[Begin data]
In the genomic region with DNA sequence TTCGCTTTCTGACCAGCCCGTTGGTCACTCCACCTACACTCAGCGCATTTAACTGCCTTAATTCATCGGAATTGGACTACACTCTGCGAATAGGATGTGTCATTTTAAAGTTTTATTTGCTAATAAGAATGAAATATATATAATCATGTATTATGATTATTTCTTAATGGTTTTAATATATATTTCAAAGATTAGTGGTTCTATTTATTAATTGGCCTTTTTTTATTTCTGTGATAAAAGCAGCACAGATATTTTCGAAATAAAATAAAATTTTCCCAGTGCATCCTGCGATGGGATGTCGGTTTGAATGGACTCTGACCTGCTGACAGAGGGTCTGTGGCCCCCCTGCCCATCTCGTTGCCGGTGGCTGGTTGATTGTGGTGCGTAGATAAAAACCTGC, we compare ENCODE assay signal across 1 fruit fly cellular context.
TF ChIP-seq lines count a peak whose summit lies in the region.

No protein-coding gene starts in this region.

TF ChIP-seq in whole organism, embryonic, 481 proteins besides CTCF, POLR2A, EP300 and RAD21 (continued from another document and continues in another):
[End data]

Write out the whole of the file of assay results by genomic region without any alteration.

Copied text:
In the genomic region with DNA sequence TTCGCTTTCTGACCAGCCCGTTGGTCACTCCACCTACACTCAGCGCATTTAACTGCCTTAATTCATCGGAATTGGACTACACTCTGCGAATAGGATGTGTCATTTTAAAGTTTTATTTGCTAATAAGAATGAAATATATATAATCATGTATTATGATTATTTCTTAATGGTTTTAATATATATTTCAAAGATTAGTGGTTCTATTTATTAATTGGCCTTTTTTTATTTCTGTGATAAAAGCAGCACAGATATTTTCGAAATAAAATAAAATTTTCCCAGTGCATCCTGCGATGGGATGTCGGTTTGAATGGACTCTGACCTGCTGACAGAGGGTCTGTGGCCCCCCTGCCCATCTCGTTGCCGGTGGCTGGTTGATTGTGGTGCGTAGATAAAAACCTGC, we compare ENCODE assay signal across 1 fruit fly cellular context.
TF ChIP-seq lines count a peak whose summit lies in the region.

No protein-coding gene starts in this region.

TF ChIP-seq in whole organism, embryonic, 481 proteins besides CTCF, POLR2A, EP300 and RAD21 (continued from another document and continues in another):